a bunch of old stock on us ignorant yankees. I strongly urge anybody buying
these hops to demand a look under the hood before purchasing. I would also
encourage home-brew shops to send them back to Crosby & Baker and tell them
to look into the problem. I have purchased Fuggle and Golding plugs which
were outstanding, so I know this is something which can be prevented, and
should not be tolerated.

Steve Daniel


Date: Thu, 17 Feb 94 16:06:17 CST
From: [email protected] (Cathy Cullen (N3311))
Subject: Re: Flame on Stupid Stuff

> The recent thread on "special hops" was ridiculous and naive. THE STUFF

You think this is bad, have you ever seen what alcohol does to some people?
I've never seen anyone smoke a joint then go get into a fist fight.

< Big brother IS out there, so keep your mouths shut in public and please
< take your discussion into the private arena.

Cannabis is of the same family as hops and deserves to be discussed freely,
as does any subject related to beer, and yes this is an ingredient that
people are adding to their beer, else there wouldn't be as much discussion
as there has been on the subject.
If you don't approve, YOU can always take it to alt.ultraconservative.



Date: Thu, 17 Feb 94 13:43:00 est
From: "Ball, Timothy B"
Subject: Recipe for Old Detroit

Does any one have a recipe preferably extract/specialty grain for Old
Detroit? Nothing in the Cats Meow.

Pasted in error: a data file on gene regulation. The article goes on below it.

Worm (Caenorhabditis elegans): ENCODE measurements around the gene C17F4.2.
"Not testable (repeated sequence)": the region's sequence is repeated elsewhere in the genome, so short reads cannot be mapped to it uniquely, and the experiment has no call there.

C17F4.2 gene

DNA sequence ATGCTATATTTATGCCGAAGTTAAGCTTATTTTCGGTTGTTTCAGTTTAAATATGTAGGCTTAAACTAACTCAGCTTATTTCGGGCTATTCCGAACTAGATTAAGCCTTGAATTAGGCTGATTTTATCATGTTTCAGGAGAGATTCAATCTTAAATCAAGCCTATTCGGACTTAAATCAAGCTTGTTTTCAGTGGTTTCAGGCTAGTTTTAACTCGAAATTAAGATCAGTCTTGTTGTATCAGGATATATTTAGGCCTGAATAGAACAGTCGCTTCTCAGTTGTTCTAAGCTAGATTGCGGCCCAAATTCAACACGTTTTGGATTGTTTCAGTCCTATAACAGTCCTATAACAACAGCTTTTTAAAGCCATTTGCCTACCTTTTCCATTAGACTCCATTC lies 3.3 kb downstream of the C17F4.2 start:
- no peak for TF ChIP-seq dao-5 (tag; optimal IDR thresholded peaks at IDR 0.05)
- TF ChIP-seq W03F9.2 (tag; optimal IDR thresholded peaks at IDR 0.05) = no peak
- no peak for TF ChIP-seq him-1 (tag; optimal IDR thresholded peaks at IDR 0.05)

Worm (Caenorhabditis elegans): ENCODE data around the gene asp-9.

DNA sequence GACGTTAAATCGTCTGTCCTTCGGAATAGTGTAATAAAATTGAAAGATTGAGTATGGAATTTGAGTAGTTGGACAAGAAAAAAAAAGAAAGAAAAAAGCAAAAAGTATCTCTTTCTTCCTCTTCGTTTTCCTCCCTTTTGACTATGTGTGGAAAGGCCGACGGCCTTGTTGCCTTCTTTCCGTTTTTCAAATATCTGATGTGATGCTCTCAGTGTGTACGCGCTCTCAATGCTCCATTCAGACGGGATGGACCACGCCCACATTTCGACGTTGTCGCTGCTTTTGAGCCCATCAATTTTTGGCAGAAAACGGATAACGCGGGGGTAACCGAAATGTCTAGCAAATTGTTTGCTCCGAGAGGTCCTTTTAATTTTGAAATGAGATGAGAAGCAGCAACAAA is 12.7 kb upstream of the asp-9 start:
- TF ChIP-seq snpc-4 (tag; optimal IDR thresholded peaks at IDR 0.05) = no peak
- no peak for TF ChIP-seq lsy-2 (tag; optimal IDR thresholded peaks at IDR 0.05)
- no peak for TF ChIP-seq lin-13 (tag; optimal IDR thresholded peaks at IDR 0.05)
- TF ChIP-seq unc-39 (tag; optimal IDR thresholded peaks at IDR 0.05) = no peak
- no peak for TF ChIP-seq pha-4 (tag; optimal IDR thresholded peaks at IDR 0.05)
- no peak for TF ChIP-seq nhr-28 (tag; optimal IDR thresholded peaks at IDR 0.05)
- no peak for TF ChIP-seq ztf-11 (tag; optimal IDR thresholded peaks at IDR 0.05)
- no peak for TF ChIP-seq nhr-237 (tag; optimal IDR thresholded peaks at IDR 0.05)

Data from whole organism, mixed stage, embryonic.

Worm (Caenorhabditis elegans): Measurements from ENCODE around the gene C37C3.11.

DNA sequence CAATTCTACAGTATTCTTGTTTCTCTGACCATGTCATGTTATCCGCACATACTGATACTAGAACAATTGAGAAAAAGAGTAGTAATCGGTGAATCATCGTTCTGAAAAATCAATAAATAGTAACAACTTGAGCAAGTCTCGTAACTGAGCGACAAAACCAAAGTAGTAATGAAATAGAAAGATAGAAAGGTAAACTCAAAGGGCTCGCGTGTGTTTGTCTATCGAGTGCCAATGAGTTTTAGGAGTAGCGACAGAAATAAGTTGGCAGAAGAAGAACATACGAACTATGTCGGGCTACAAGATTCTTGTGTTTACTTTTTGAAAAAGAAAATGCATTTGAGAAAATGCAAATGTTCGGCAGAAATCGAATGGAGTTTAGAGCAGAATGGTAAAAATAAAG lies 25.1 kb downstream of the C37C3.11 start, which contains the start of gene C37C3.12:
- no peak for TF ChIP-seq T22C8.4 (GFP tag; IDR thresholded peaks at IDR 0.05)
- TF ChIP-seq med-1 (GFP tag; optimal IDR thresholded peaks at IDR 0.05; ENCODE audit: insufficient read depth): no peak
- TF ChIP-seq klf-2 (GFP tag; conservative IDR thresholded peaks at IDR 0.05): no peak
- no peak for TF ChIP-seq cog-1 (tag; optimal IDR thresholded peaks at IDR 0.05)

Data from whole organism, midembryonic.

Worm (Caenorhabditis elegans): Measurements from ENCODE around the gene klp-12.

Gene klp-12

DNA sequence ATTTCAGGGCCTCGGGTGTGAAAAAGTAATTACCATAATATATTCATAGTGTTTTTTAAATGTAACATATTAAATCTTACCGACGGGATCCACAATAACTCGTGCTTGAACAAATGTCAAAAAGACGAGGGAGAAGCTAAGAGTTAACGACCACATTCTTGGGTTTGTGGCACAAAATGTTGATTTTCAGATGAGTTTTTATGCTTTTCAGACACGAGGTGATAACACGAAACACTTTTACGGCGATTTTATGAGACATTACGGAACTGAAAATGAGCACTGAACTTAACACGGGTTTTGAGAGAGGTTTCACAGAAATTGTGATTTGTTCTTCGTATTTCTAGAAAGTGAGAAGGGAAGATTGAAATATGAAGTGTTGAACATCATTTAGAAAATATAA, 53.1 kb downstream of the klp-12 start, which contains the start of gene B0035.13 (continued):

Just for the record, I thought the Bevus and Butt Head pictures were the
best noise I've seen on the digest.

> 4. What is meant by Cent.?

I assume it is Centennial. 9-11.5% AA Spicy, floral aroma, clean bittering
hop, also used for aroma, dry hopping, similar to cascade but higher AA.
(from hop FAQ)



Date: Fri, 18 Feb 94 07:56 EST
Subject: Bohemian Pilsner

Hi All!

I have a question about a Bohemian Pilsner I'm brewing. Here's the

3.3 lbs. Northwestern Gold ME
4.0 lbs. Alexander's Pale ME
2.0 oz. Saaz plugs (60 minutes-bittering)
1.0 oz. Saaz plugs (30 minutes-flavor)
1.0 oz. Saaz plugs (2 minutes-aroma)
1/2 oz Saaz plugs (dry hop)

Wyeast Bohemian Yeast directly from the pack(no starter)

I boiled the extract, 1 1/2 gallons water and hops as indicated in
the recipe for one hour. Added everything by siphoning into a plastic
water jug with 3 gallons cold water. Topped off with cold water.
Waited for everything to drop to 65 and pitched the yeast. I let the
stuff sit at around 65 for 1 day and then placed it in the back room
of my basement where it sits at a nice 45 all day and night.

I racked to a secondary after 12 days (glass carboy) and dry hopped.
It's been in the secondary for two days now and I took a SG reading
and got 1.013. I had completely forgotten to take an OG reading, but
looking at other Pilsner recipies, it seems 1.021 is a common final
gravity. Well, I tasted the stuff in the carboy. It's REALLY SWEET,
as compared to most brews I've had, and color is a dark gold.

Should my beer be this sweet? Is everything ok? E-Mail replies
please, no need to waste bandwith.

Andy Pastuszak
Philadelphia, PA

INTERNET: GNT_TOX_%[email protected]
BITNET: [email protected]


Date: Fri, 18 Feb 94 8:03:23 EST
From: Jim Grady
Subject: New Superior Products Catalog

I just got the 1994 catalog from Superior Products and there are a
couple of items in there that I thought might be of interest:

pg 30: 10 gal Coleman water coolers
1-C-310 Red $33.50